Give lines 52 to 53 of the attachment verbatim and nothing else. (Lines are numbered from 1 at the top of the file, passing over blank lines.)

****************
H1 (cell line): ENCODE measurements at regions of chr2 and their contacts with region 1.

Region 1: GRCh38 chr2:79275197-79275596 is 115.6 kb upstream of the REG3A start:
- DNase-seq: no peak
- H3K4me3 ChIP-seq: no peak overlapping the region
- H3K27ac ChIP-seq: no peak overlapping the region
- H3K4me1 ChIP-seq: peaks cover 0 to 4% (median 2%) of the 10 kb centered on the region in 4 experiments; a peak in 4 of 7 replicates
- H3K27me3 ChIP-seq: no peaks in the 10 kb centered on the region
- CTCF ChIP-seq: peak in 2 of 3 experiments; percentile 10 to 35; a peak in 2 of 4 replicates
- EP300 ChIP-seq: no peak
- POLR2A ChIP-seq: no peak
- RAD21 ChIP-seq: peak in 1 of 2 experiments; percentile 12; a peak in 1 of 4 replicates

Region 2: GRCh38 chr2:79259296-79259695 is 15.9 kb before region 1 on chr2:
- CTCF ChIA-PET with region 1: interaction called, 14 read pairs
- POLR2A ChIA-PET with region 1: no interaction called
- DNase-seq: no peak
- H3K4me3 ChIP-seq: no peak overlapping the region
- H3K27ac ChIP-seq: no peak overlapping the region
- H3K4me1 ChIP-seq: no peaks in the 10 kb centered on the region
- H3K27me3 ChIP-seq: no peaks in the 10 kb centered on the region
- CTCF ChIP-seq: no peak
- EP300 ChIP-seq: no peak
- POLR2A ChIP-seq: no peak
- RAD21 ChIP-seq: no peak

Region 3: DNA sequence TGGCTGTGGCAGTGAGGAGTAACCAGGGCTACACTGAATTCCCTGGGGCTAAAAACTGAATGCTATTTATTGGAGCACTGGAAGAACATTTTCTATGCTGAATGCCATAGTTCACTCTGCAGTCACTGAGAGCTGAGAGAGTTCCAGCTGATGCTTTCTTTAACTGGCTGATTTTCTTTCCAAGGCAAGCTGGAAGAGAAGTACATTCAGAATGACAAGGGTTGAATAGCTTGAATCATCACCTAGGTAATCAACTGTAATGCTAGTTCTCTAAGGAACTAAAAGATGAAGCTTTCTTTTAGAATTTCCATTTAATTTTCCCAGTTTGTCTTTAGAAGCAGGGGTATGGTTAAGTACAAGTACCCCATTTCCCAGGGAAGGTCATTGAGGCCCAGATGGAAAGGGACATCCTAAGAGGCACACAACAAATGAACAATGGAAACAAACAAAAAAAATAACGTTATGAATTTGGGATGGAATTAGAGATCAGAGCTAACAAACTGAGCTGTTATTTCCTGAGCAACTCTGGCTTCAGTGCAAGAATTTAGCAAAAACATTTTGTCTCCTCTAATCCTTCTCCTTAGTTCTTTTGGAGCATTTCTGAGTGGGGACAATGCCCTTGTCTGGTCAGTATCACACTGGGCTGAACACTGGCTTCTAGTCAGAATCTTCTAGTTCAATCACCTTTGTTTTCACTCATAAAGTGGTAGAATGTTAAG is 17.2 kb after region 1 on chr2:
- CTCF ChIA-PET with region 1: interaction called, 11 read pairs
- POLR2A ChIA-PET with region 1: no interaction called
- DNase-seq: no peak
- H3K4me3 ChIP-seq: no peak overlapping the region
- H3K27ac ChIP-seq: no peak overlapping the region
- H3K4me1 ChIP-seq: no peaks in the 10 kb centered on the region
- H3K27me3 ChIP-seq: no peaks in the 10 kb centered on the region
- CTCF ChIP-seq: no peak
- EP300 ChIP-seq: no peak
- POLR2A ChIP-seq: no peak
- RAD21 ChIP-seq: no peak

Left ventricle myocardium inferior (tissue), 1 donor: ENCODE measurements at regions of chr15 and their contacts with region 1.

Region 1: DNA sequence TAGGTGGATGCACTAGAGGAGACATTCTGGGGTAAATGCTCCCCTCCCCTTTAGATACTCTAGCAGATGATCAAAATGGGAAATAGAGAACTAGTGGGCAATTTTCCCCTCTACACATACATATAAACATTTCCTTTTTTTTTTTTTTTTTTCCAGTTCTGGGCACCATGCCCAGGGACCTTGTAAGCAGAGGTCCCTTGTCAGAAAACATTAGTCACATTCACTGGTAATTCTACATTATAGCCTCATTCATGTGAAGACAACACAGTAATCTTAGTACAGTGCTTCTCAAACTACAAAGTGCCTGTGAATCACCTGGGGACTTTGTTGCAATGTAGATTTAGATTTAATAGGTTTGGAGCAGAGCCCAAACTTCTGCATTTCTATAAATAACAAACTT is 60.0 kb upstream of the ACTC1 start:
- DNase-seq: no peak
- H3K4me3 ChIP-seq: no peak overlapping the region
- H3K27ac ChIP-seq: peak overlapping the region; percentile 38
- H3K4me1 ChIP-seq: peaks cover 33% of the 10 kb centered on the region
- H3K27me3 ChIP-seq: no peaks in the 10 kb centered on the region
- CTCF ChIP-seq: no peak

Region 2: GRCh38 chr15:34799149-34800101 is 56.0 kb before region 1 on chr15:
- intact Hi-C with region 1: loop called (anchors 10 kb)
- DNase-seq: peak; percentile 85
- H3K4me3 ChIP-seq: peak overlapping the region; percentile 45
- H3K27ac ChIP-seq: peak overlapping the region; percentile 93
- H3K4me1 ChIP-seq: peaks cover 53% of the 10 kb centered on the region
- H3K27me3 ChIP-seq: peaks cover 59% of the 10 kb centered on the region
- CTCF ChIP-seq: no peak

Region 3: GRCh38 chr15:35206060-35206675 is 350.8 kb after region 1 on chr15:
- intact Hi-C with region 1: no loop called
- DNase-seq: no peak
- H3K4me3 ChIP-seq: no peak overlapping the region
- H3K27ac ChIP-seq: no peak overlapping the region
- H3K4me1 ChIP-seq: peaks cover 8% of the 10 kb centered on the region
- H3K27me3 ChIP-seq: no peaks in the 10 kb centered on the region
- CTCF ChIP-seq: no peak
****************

Region 3: GRCh38 chr15:35206060-35206675 is 350.8 kb after region 1 on chr15:
- intact Hi-C with region 1: no loop called